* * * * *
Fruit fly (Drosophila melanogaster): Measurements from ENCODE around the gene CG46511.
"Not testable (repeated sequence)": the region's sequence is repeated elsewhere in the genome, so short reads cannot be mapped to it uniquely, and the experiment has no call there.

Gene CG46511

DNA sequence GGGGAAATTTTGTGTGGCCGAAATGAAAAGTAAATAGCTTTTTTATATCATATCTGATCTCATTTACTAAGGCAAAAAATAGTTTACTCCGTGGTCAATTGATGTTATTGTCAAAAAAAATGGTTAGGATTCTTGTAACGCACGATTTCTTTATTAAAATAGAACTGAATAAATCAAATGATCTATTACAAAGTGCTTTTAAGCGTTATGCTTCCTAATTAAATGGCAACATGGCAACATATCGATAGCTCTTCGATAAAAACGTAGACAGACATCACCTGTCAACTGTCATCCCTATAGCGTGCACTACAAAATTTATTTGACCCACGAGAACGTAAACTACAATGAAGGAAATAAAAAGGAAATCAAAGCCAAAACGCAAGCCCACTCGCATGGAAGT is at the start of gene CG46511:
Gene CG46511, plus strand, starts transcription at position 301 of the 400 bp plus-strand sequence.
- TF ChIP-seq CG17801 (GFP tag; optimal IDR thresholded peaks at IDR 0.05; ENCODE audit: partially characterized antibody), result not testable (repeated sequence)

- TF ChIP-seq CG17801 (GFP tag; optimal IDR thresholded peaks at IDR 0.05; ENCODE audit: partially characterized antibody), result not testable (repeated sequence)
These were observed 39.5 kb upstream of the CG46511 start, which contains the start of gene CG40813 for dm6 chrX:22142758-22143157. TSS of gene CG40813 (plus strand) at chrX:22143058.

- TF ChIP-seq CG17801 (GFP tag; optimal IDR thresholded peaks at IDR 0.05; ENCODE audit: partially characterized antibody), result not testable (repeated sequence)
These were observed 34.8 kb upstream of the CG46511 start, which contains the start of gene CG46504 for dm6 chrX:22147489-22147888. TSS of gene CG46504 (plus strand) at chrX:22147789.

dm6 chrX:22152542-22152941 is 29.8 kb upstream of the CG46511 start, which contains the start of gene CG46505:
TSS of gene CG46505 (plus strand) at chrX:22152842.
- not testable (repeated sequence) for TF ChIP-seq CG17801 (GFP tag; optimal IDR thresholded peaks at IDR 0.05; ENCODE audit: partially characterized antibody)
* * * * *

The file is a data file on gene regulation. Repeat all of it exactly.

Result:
Fruit fly (Drosophila melanogaster): Measurements from ENCODE around the gene CG46511.
"Not testable (repeated sequence)": the region's sequence is repeated elsewhere in the genome, so short reads cannot be mapped to it uniquely, and the experiment has no call there.

Gene CG46511

DNA sequence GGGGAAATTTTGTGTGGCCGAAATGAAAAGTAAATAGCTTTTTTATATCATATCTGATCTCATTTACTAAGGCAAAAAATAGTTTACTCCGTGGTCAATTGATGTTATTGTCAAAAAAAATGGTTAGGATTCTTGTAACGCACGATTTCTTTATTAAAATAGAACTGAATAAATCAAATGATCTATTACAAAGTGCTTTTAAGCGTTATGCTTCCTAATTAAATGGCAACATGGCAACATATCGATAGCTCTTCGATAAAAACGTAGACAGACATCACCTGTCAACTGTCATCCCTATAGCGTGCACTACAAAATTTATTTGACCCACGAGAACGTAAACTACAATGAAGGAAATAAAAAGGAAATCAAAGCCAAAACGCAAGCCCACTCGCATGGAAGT is at the start of gene CG46511:
Gene CG46511, plus strand, starts transcription at position 301 of the 400 bp plus-strand sequence.
- TF ChIP-seq CG17801 (GFP tag; optimal IDR thresholded peaks at IDR 0.05; ENCODE audit: partially characterized antibody), result not testable (repeated sequence)

- TF ChIP-seq CG17801 (GFP tag; optimal IDR thresholded peaks at IDR 0.05; ENCODE audit: partially characterized antibody), result not testable (repeated sequence)
These were observed 39.5 kb upstream of the CG46511 start, which contains the start of gene CG40813 for dm6 chrX:22142758-22143157. TSS of gene CG40813 (plus strand) at chrX:22143058.

- TF ChIP-seq CG17801 (GFP tag; optimal IDR thresholded peaks at IDR 0.05; ENCODE audit: partially characterized antibody), result not testable (repeated sequence)
These were observed 34.8 kb upstream of the CG46511 start, which contains the start of gene CG46504 for dm6 chrX:22147489-22147888. TSS of gene CG46504 (plus strand) at chrX:22147789.

dm6 chrX:22152542-22152941 is 29.8 kb upstream of the CG46511 start, which contains the start of gene CG46505:
TSS of gene CG46505 (plus strand) at chrX:22152842.
- not testable (repeated sequence) for TF ChIP-seq CG17801 (GFP tag; optimal IDR thresholded peaks at IDR 0.05; ENCODE audit: partially characterized antibody)